There were just 33 grower Champagnes in the U.S. market at that point. There are around 250 today. Of those nine you brought in, were any already in the United States? I don’t want to ask if you stole them from other importers, but were any already in the market? Or were they all brand new?

A couple of them — one or two — were here with either small local importers or national importers who weren’t doing a very good job for them. And when I surveyed the landscape, I saw a lot of good importers had a Champagne producer in their portfolio, or maybe two, but that struck me as tokenism. As an importer, you wouldn’t claim to represent Burgundy if you only had one or two Burgundy growers in your portfolio. You want to be comprehensive. And you want to show all of the manifold expression possible from Burgundy or, as I came to learn, from Champagne. So if I was going to tell the story that I knew needed to be told, I had to have Champagnes representative of a wide range of terroirs. As I often say, I wasn’t the first one to do it, but I was the first one to overdo it. Read the rest of this entry »

Investing Our Hearts in Champagne

Posted by | Posted in White's Wines | Posted on 02-17-2015

As regular readers know, I write a free, twice monthly wine column that’s distributed to newspapers across the country.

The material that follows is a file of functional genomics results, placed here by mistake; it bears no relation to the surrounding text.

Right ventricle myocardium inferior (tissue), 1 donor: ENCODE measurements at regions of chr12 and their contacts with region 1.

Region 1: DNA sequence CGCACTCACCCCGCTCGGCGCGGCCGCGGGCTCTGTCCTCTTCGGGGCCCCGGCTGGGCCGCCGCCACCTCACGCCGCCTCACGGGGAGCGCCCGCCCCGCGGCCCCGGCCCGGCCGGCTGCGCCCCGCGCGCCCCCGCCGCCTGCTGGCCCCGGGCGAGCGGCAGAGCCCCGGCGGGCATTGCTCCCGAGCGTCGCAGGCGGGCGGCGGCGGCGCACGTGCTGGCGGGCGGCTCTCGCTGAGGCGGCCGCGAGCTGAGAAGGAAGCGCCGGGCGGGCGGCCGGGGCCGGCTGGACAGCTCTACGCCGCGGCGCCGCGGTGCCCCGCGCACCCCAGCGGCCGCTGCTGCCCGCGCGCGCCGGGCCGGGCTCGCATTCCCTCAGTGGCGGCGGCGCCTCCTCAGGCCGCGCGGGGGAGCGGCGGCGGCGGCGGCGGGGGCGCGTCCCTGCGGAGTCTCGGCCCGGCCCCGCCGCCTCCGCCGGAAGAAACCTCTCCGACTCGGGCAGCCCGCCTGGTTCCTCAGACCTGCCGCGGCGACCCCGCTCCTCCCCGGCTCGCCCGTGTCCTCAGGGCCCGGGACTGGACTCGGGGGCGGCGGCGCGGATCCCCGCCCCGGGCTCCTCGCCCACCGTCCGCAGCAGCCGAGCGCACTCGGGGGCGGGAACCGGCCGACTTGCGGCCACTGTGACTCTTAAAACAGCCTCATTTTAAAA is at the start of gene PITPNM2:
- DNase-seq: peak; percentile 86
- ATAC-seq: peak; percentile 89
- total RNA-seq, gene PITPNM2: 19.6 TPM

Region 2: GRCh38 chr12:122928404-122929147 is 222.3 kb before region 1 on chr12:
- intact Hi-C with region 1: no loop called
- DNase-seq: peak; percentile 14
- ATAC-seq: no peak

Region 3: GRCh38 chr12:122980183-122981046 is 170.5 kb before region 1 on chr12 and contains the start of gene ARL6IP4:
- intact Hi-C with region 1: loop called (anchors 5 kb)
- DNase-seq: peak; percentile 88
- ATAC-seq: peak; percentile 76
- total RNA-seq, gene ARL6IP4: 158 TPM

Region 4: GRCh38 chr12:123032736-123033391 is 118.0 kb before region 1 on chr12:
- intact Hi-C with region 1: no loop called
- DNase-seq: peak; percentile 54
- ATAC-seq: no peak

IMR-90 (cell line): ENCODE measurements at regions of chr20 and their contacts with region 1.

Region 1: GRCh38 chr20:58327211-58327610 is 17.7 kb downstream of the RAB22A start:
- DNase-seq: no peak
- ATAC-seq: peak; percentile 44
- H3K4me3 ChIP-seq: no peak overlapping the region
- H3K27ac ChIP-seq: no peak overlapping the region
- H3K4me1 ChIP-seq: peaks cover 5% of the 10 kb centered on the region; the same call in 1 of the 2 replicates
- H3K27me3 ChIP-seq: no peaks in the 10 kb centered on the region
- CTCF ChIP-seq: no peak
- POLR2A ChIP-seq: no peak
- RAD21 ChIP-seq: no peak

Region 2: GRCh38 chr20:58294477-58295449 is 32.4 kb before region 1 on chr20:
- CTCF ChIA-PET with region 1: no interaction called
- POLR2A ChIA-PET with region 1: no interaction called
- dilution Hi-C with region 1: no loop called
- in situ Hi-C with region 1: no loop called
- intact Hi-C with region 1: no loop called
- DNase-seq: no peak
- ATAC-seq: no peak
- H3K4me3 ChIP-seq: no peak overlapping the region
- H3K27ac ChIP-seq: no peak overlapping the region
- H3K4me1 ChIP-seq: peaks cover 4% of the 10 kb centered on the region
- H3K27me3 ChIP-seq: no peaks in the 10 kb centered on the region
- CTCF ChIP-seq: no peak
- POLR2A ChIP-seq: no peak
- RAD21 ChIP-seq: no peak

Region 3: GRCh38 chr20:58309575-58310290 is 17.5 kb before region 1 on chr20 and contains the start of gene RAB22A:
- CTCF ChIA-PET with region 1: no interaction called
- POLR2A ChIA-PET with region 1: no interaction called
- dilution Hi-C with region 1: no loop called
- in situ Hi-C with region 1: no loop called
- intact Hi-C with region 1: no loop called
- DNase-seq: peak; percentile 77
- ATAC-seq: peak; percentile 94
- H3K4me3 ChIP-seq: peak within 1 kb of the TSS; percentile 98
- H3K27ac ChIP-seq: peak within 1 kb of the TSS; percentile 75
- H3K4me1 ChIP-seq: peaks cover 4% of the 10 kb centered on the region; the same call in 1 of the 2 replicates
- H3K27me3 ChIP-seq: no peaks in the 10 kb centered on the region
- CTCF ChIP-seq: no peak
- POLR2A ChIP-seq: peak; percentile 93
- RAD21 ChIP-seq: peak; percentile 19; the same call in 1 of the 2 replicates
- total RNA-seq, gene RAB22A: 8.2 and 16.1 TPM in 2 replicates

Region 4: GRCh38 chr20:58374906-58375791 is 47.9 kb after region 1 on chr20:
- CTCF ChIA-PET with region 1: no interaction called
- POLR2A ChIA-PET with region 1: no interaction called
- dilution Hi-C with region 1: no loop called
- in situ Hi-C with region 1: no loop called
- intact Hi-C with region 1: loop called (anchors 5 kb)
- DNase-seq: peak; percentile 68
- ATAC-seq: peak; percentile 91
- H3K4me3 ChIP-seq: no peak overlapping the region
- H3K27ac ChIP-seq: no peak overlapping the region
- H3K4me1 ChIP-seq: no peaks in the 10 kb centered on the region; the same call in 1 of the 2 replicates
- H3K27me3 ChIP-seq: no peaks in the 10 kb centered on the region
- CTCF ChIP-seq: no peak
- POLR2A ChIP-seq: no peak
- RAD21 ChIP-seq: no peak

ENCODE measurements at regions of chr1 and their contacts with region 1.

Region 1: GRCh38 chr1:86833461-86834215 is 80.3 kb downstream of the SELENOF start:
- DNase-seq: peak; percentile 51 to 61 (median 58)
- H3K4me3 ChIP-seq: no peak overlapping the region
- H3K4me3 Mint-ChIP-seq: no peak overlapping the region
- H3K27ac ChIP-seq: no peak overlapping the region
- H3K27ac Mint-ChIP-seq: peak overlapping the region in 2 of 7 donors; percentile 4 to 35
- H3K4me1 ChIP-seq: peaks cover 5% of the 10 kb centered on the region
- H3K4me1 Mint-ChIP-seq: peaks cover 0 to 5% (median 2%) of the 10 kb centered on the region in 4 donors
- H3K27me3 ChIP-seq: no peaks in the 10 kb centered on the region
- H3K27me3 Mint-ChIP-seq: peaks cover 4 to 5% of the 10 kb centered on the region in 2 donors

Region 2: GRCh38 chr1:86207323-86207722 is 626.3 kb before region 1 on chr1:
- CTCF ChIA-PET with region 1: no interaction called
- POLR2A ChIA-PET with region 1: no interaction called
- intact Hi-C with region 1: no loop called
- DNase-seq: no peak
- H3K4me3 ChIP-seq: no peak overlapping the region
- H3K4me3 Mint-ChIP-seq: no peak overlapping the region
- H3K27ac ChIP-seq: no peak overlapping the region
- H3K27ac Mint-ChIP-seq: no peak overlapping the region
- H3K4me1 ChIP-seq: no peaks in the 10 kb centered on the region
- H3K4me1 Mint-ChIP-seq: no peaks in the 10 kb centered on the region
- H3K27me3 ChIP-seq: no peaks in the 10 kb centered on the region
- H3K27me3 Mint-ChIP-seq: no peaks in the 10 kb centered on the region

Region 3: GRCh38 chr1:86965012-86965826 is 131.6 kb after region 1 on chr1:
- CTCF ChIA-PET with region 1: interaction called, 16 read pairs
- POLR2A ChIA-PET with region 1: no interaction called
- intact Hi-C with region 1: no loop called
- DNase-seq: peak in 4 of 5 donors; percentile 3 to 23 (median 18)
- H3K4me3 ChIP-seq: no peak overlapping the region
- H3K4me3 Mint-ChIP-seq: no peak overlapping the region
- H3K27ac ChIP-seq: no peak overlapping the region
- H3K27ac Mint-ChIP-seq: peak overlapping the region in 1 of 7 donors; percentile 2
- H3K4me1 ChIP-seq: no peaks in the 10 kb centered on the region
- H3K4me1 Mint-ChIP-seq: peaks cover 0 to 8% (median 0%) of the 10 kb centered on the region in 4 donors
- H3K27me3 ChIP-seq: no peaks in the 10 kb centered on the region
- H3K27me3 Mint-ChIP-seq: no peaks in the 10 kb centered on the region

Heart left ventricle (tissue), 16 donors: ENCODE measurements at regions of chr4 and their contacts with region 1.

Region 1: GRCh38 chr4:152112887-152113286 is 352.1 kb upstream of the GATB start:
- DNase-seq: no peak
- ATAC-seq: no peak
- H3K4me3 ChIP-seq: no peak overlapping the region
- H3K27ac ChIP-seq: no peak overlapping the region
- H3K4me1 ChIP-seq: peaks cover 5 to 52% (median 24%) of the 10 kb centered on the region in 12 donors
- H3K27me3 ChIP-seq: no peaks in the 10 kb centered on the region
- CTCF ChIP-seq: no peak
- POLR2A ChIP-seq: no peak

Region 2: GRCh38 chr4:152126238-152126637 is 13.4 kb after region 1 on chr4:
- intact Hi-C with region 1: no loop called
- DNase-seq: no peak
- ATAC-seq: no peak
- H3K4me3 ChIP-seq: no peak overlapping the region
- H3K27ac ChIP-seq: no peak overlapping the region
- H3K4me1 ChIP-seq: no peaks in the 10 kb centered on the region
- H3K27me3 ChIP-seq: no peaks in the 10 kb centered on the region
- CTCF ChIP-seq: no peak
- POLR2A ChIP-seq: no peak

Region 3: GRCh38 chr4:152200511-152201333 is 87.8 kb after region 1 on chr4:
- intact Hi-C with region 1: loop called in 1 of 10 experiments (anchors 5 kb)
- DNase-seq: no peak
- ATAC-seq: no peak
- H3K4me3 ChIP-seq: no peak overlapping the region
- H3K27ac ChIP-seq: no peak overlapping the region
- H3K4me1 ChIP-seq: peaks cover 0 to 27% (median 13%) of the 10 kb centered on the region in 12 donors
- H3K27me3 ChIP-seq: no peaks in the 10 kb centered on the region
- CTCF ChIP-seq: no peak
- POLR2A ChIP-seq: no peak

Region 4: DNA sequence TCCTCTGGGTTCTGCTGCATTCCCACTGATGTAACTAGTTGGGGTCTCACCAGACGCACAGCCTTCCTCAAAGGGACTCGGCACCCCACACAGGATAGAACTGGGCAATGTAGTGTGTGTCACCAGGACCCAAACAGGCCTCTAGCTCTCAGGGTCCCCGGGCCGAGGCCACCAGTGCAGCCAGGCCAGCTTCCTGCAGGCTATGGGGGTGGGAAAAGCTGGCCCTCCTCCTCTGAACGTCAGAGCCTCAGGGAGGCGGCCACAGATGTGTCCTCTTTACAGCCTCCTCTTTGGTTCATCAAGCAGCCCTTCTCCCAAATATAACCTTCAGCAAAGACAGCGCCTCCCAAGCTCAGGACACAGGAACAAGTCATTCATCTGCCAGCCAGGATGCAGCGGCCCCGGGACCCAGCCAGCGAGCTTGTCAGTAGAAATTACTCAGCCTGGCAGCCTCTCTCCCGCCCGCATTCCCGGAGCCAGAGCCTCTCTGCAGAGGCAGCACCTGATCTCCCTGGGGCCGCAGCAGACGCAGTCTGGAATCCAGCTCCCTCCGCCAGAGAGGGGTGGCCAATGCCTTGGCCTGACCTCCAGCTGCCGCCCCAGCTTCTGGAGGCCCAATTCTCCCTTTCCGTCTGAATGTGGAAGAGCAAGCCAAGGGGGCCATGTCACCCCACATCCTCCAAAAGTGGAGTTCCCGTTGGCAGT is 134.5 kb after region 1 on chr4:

These columns are hosted by Grape Collective. If you don’t see my column in your local newspaper, please send an email to your paper’s editor and CC me (David – at – Terroirist.com).

In my latest column, by sharing a great love story, I explore why Champagne is such a special beverage.

Investing Our Hearts in Champagne

“Here you have this wonderful, miraculous thing, with hundreds of thousands of little tiny bubbles that are defeating gravity and exploding in this gentle fragrant foam on the lip of the glass. There is something beautiful — in a kind of giddy way — about just the sight of Champagne.”

It was slightly surprising to hear wine importer Terry Theise make this statement.

Since the dawn of global wine consumption, large producers like Moet & Chandon and Veuve Clicquot have dominated the Champagne market. These companies purchase their grapes from thousands of growers across the region to deliver a consistent product each year — and spend millions trying to convince us that their wines are best enjoyed when celebrating.

Theise has spent the past twenty years urging Americans to ignore these companies and instead drink “farmer fizz,” or Champagne produced by the farmers who grow the grapes. And he’s worked harder than anyone to dispel the notion that Champagne should only be consumed on New Year’s, Valentine’s Day, and other special occasions.

But Theise recognizes that Champagne carries an emotional charge. There is, to put it simply, something special about Champagne. As Theise writes in his most recent catalog, “we invest our hearts in it.”

Check out the rest of the piece on Grape Collective!

Craft Beer Boom Benefits Wine Industry